Seven minimalist watches to invest in now

These minimalist watches are united by a focus on clean design and technical excellence, for timeless style

Minimalist watches, by Laurent Ferrier (left) and Rado (right)
Left, Laurent Ferrier Classic Micro-Rotor Evergreen; right, Rado True Thinline
(Image credit: Courtesy of brand)

When it comes to watchmaking, some brands out-dazzle each other with gems and otherworldly designs when all we want is wrist zen. Minimalist watches with a pared-down essence of style are a strong trend. And to paraphrase Mies van der Rohe, God is in the minimal details.

7 minimalist watches for timeless style

Cartier Tank Louis Cartier

black minimalist watch by Cartier

(Image credit: Cartier)

This is the distilled essence of French watchmaking with its deep gloss dial and architectural case. The Louis Cartier is the equivalent of a black Chanel dress and an understated instrument of time, and black goes with everything, right? Set in gold, the Tank Louis Cartier might just be the perfect one-watch collection.

Bulgari Octo Finissimo Ceramic

Bulgari minimalist watch in ceramic

(Image credit: Courtesy of brand)

The ascent of Bulgari’s Swiss-based watchmaking division has made the Roman jeweller a force to be reckoned with. This time, designer Fabrizio Buonamassa Stigliani offers up a dark reinterpretation of the architectural Octo Finissimo. Stealth is the word when the spectacular wrist presence of the Finissimo is toned down with a muted shade of black ceramic.

Laurent Ferrier Classic Micro-Rotor Evergreen

Driven by a quest for subtle perfection, the small team of Laurent Ferrier has a bespoke approach to the art of wristwear. With impossibly slim spear-shaped hands and elongated indices, the result brings a quiet balance to the Classic Micro-Rotor in pink gold (pictured top). With the studied calm of a sartorial brushed dark green, time itself seems less than important.

Vacheron Constantin Traditionelle

Green watch by Vacheron Constantin

(Image credit: Courtesy of brand)

In this story of minimalist-watch joy, the new Traditionelle from Vacheron Constantin seems more detailed than the rest. But with its subtle shade of green and gold, it emanates a calm confidence only the world’s oldest existing watch brand could offer. And that includes the zen feeling of a manual winding movement finished and assembled by hand.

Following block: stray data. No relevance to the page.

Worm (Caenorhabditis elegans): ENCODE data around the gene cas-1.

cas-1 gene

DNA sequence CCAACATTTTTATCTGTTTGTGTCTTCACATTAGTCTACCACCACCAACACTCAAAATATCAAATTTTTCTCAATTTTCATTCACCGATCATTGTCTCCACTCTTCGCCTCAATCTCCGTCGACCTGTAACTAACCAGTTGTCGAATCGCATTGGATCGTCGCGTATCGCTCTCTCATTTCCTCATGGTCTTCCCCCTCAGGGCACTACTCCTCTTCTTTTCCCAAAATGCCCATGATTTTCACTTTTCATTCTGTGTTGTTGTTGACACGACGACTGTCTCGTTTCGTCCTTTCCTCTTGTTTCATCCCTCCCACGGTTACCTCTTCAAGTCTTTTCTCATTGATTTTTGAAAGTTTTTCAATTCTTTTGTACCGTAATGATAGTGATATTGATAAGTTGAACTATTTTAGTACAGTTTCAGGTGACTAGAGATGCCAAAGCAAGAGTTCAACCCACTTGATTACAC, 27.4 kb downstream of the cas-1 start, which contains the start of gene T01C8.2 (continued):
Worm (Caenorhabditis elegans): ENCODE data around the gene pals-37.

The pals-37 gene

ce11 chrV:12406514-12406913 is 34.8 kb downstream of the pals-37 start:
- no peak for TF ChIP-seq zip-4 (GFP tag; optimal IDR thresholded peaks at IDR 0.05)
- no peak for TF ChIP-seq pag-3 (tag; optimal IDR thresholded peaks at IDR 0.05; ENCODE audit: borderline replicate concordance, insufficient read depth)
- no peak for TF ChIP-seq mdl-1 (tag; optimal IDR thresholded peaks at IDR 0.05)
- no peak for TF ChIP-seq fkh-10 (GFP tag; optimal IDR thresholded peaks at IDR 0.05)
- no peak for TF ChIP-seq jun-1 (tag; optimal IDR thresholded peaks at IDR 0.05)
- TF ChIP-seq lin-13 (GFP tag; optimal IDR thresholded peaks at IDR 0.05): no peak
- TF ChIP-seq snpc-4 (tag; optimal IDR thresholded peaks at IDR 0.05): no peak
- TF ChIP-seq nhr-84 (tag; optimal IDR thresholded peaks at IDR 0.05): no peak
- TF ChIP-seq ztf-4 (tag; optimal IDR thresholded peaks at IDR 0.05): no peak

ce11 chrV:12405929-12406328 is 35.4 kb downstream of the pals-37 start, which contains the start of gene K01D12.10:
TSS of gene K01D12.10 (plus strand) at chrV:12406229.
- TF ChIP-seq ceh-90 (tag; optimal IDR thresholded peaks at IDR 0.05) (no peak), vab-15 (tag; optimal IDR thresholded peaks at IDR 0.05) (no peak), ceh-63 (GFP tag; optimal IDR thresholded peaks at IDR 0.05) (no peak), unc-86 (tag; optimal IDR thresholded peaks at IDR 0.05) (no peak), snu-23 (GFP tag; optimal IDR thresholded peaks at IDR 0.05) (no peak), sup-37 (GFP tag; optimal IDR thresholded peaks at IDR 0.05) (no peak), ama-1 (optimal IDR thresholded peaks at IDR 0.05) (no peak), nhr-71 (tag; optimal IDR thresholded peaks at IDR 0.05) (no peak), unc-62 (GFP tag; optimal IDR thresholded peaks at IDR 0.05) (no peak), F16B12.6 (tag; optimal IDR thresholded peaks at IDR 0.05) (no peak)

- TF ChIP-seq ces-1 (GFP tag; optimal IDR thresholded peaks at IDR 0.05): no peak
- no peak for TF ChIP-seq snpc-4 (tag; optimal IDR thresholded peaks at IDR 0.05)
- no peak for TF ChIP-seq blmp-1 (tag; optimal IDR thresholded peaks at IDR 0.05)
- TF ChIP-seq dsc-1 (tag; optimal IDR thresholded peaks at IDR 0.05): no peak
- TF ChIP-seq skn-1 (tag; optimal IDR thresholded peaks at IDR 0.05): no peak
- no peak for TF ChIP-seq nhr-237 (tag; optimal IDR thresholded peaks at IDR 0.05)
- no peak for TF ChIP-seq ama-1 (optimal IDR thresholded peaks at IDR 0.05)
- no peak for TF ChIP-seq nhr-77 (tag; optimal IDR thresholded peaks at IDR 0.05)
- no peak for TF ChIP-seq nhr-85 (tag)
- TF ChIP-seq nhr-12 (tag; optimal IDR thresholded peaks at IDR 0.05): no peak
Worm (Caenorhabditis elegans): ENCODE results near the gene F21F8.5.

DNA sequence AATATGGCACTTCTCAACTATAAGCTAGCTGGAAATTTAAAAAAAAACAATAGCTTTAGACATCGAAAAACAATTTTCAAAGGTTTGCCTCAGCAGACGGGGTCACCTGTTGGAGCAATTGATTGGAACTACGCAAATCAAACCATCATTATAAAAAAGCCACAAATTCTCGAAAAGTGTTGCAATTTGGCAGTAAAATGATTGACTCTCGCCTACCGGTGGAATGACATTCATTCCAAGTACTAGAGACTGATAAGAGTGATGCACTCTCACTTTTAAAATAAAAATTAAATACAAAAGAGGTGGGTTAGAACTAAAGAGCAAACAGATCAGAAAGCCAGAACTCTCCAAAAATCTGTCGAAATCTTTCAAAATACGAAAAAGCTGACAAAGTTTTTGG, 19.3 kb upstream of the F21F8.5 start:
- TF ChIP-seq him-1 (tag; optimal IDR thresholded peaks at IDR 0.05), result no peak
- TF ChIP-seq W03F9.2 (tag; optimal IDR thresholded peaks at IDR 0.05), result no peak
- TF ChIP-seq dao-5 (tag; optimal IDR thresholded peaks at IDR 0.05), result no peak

H Moser Endeavour Vantablack Tourbillon

minimalist watch on man's wrist, in black, by H Moser

(Image credit: H Moser)

Vantablack is the darkest form of black known to man (and artist Anish Kapoor, in his Vantablack sculptures), and H Moser & Cie uses it to full effect. An infinite feeling of deep space sets the stage for the company’s Tourbillon in a classic 42mm gold case. It takes a strong will to not get drawn in by the twirling mechanical art of the prima ballerina at 6 o’clock, set in a deep abyss of black.

Kurono Grand Urushi Aoyama

three minimalist watches, with red, green and black dials respectively

(Image credit: Courtesy of brand)

Kurono is the accessible brand of Hajime Asaoka, the sensei of independent Japanese watchmaking. This 37mm threesome offers traditional Japanese urushi lacquer dials within a smooth case. The deep gloss emanates from a plant-based lacquer that takes up to two months to dry, lending an ethereal air to the dials. With a thickness of only 9.5mm, these svelte watches offer showstopping dials at their most minimal.

Rado True Thinline

Rado was the first brand to offer a ceramic bracelet, and the high-tech gloss is still its calling card. The Rado True Thinline (pictured top) is perhaps the ultimate expression of its design nous, with a paper-thin 4.9mm case. This sleek expression of darkness is in fact the slimmest the brand has ever produced, with a 39mm scratch-resistant case and a quiet, stealthy presence.


Thor Svaboe is a seasoned writer on watches, contributing to several UK publications including Oracle Time and GQ while being one of the editors at online magazine Fratello. As the only Norwegian who doesn’t own a pair of skis, he hibernates through the winter months with a finger on the horological pulse, and a penchant for independent watchmaking.